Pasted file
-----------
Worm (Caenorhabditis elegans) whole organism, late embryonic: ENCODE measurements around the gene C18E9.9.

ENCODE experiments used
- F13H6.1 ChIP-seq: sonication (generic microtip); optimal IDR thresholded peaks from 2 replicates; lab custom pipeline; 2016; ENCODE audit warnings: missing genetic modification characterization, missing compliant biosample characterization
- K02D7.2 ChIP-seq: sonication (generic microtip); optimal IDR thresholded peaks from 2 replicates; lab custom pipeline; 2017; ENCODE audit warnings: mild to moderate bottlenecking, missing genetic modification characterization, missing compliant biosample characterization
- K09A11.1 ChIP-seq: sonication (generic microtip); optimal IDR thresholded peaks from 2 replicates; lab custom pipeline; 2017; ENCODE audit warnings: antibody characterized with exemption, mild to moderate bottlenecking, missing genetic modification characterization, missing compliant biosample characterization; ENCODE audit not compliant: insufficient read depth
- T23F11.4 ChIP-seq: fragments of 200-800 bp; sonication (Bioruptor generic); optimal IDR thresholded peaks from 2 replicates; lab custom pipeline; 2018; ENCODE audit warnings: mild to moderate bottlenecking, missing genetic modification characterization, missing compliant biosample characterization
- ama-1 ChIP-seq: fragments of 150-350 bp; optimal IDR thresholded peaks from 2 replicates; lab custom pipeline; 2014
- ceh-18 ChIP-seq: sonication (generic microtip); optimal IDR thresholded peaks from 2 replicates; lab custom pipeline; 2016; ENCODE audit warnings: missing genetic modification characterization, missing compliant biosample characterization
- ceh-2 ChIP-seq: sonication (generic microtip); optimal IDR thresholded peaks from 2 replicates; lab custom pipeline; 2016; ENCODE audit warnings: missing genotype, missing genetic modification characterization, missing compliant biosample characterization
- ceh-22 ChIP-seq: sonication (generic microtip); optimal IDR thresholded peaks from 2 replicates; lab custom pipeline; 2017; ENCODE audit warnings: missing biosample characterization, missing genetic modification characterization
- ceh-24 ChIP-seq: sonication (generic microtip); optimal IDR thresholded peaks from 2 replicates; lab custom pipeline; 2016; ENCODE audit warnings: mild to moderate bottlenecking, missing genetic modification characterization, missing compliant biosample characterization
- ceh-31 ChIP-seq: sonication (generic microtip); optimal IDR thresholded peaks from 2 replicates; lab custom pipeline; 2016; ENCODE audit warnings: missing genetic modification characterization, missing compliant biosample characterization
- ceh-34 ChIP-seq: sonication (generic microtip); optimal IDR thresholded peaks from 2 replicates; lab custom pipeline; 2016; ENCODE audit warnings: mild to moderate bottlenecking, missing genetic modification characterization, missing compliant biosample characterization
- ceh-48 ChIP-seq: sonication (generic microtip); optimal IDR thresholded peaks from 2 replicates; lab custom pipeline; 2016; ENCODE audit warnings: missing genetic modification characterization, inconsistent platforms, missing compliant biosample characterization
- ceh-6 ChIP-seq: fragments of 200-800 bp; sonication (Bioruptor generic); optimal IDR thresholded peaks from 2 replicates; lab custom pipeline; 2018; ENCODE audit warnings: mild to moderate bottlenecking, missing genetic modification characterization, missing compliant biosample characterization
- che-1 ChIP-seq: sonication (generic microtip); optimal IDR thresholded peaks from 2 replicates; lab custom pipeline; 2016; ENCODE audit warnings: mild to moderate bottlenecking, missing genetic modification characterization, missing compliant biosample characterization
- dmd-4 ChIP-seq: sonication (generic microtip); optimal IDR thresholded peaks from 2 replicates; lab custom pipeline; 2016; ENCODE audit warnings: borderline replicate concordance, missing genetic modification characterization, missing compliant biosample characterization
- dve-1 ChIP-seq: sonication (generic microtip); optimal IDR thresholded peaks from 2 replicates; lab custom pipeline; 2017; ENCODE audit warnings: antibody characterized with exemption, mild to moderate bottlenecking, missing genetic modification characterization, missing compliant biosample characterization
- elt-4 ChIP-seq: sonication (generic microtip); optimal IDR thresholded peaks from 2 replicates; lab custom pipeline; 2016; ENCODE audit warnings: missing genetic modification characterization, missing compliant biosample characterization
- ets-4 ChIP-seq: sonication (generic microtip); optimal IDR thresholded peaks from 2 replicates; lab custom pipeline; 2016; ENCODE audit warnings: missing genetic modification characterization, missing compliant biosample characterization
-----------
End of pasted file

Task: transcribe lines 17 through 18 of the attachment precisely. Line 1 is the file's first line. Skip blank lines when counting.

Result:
- dmd-4 ChIP-seq: sonication (generic microtip); optimal IDR thresholded peaks from 2 replicates; lab custom pipeline; 2016; ENCODE audit warnings: borderline replicate concordance, missing genetic modification characterization, missing compliant biosample characterization
- dve-1 ChIP-seq: sonication (generic microtip); optimal IDR thresholded peaks from 2 replicates; lab custom pipeline; 2017; ENCODE audit warnings: antibody characterized with exemption, mild to moderate bottlenecking, missing genetic modification characterization, missing compliant biosample characterization